2 Days in the Capital City

Jaipur, India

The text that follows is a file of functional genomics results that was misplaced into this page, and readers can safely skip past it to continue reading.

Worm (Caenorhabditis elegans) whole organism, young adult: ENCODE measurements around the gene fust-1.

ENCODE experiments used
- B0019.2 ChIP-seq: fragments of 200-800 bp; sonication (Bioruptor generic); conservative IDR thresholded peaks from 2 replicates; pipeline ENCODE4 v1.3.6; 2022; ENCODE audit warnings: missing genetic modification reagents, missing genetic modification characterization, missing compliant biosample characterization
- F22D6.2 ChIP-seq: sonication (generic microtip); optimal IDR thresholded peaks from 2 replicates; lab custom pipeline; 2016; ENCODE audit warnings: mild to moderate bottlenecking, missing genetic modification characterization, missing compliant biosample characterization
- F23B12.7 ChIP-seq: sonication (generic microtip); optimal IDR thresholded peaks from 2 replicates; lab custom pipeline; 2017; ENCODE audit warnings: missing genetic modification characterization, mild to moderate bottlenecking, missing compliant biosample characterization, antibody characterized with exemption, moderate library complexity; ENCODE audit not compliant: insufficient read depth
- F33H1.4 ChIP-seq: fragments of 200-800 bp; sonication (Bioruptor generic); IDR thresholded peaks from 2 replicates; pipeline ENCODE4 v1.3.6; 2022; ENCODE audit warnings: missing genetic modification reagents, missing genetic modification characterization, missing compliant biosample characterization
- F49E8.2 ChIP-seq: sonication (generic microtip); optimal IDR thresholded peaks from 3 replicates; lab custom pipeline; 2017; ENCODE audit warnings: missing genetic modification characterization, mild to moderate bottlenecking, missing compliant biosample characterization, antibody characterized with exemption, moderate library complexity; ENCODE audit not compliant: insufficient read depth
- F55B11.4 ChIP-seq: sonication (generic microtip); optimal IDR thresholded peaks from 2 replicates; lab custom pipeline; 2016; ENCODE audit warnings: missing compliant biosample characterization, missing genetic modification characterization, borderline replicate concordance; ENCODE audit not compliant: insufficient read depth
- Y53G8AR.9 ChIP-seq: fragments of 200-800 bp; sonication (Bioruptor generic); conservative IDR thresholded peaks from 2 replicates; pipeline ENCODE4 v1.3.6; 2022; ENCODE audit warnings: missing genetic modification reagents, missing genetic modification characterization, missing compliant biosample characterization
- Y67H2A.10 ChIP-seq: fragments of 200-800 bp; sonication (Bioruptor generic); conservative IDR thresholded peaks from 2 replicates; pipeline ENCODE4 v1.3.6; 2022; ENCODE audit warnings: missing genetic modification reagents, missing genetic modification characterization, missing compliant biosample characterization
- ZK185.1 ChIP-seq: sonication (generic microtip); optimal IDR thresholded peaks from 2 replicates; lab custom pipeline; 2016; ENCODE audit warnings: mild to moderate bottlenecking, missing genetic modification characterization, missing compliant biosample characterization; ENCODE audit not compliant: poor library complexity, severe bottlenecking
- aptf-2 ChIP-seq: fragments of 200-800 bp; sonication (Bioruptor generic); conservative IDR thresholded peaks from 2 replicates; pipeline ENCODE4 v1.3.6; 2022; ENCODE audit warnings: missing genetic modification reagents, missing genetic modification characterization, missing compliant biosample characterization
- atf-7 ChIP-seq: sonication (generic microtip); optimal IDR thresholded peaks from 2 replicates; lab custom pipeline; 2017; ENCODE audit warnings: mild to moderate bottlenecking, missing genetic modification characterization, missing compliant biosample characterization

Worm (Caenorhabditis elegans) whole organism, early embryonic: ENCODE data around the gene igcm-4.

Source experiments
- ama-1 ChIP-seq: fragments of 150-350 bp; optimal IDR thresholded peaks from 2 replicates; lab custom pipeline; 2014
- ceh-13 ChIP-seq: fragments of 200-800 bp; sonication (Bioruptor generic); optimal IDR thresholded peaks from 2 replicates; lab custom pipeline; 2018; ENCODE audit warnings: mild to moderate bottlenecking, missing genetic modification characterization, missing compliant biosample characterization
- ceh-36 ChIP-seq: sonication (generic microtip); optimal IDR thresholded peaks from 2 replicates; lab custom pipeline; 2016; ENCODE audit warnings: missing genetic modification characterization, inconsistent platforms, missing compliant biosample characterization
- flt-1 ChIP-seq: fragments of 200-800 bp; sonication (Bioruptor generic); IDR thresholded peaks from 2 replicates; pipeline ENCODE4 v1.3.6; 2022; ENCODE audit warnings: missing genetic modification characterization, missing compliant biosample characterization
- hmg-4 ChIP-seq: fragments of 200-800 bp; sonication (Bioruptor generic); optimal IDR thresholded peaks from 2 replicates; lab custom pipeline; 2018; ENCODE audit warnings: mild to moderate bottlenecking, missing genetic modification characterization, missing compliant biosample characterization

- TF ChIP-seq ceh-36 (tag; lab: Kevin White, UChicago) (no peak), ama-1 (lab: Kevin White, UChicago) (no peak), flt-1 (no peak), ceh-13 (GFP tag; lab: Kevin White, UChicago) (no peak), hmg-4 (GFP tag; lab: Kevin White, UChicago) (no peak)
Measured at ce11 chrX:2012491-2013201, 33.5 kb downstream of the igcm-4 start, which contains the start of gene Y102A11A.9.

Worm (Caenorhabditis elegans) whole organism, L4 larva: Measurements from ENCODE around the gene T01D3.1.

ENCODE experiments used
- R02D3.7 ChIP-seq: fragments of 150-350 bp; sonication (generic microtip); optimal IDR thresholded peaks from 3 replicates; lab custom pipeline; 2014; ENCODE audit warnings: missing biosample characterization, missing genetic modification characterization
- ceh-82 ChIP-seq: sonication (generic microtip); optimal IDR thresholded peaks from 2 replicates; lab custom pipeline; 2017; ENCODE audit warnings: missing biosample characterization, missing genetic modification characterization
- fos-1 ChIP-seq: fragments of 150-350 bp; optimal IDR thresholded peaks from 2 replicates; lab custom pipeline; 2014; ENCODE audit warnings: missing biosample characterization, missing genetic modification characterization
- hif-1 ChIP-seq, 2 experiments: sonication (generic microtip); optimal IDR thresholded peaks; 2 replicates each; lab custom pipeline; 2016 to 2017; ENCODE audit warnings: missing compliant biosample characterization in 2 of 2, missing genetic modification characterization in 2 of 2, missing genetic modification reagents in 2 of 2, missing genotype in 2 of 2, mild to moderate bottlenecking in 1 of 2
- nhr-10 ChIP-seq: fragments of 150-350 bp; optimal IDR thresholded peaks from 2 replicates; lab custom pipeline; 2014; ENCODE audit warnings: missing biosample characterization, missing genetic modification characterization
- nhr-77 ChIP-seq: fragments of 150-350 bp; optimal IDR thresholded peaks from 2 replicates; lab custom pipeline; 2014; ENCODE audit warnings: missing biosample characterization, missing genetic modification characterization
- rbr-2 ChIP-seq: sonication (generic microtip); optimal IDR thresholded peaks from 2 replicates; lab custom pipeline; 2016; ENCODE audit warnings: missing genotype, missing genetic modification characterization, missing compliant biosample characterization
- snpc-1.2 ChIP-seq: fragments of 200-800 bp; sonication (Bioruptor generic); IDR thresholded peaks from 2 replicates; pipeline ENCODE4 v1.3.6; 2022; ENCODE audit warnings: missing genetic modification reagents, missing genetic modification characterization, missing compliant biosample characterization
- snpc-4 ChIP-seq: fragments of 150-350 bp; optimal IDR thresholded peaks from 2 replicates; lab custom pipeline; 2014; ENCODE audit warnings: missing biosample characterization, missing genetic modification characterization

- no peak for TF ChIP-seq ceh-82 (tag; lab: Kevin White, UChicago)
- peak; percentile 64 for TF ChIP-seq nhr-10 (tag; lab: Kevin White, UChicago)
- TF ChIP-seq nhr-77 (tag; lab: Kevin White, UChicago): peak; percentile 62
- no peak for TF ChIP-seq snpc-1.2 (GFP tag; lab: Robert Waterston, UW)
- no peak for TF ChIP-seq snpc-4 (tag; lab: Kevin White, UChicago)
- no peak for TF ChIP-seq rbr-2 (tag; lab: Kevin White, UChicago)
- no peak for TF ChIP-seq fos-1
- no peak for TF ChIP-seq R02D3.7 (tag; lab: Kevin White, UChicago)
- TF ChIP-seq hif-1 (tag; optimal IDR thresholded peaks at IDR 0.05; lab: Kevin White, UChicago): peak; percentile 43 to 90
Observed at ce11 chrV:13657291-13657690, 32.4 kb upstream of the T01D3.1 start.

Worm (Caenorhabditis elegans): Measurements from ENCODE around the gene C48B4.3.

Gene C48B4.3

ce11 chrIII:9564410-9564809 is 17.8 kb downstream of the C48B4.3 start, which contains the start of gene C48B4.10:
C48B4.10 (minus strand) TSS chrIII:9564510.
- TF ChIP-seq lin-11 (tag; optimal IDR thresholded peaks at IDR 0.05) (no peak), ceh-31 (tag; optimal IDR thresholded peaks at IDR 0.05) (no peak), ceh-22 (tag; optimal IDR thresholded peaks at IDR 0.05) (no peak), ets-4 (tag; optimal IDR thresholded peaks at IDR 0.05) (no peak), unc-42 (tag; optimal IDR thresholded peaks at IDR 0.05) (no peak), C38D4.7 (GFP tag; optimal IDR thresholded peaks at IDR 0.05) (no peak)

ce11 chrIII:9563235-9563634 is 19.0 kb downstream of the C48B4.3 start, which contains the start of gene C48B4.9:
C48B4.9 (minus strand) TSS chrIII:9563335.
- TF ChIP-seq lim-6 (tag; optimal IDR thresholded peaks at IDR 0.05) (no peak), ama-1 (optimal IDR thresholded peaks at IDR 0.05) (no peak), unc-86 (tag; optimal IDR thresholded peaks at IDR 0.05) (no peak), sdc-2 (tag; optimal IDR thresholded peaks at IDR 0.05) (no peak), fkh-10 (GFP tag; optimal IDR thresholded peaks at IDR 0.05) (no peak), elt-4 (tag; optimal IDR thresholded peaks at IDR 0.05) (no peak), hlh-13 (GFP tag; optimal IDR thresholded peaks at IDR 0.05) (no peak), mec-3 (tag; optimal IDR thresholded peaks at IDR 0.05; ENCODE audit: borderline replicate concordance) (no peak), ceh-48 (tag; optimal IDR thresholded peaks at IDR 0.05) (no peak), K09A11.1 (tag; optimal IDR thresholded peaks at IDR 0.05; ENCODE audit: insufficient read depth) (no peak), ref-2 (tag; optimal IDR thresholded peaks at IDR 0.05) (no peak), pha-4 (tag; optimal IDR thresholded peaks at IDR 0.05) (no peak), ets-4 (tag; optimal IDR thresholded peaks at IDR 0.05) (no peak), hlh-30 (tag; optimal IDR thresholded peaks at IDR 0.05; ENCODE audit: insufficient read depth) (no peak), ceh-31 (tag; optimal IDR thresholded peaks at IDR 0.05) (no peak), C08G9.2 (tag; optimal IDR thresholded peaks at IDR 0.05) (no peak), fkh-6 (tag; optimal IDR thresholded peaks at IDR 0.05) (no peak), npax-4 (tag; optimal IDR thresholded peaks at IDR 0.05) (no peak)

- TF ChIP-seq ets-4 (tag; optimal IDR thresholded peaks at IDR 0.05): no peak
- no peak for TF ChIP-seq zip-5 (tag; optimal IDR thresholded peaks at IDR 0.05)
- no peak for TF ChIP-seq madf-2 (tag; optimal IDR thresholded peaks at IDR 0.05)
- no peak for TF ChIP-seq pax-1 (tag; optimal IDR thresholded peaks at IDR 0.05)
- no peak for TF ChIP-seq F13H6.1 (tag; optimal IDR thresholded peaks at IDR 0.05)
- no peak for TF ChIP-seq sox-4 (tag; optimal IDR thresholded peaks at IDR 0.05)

We arrived in Jaipur after a public bus ride lasting just shy of 4 hours. It held 25 people, and guess what...25 people were taking the bus. There was such little room on the bus that I had to ride with my day pack on my lap for hours. We arrived a little before 1:00 in the Capital City of Rajasthan and got our rooms. I am sharing with Sam and unlike all others we got a refrigerator. This will be very essential for keeping the drinks cold for later at night. Most of us went out for a quick lunch, since our hotel charged an arm and a leg. We ate a nice little western-style coffee/cafe. We returned to our hotel for a orientation walk around the city. Ajit took us into the city...we all needed to hire rickshaws to get get there though. It only cost us 20 Rps. each and there were 4 of us to one rickshaw. We walked around and took in what the capital city if Rajasthan had to offer. A lot of begging and high-pitched horns from the traffic. We all went our separate ways once we got to the heart of the city center. I split off and went to the City Palace (see photo on right). It sucked. Maybe I've just seen much nicer things, but it just had no original architecture, art, etc. Most of the others didn't even go inside. It cost me 50 Rps. ($1.00 USD) and it was NOT worth it. I walked in the direction of our hotel. I met some guy named Sonny who asked me a question. I was reading a lonely planet on the side of a street when he had asked me, "Why do tourists always read their lonely planets in stead of just talking with the local Indians"? I told him it was because most of the people tourists talk to try to rip them off, sell them somethings, or drive/ride them somewhere. He said he wanted to show me 'real' India, and since I had no where special to be, I went along with it. He asked me to join him for a cup of chai, and with much skepticism, I complied. We walked between some buildings into a very trashy and authentically poor Indian chai stand. A young boy, the chai walla, poured a glass for me and for Sonny. We were drinking and Sonny started telling me about some handicapped people making jewelry and that the profits went to a good cause and were cheaper than the street vendors who sold to the tourists. I was laughing very hard inside because I knew he was trying to pitch his business to me and sell me some shoddy jewelry, but I played along. I mean he was right...he did show me the 'true India'. This true India I talk about is the nation of lazy con men, but they don't see it that way. It's part of their culture to rip you off and to get the "rich person's money". I don't speak for every Indian, just the majority that I've come in contact with, which if you take a look at a map, I've covered a pretty good area to have a good unbiased data sample. You're the safest when you ask a professional banker or hotel manager. Don't bother asking ANYONE else because even when you approach them they have an alternative motive to get your money. I've said this before, but being poor has weight in the matter, since Cambodians and the natives of Lao both are more poor than these Indians, yet they are honest people. Again, I don't speak for all Indians, and you have to understand I'm in a tourist area. But it would be nice to be somewhere visiting where the locals in that city are willing to help you and not cheat/pester you. Enough said. I've met MANY nice Indians who have tried their hardest to help me. After Sonny took me into his jewelry shop I said. "later bro" and ditched him and through out his business cards...I did tell him I wasn't going to buy anything, but he was too dense to realize I had him figured out before he even knew my name.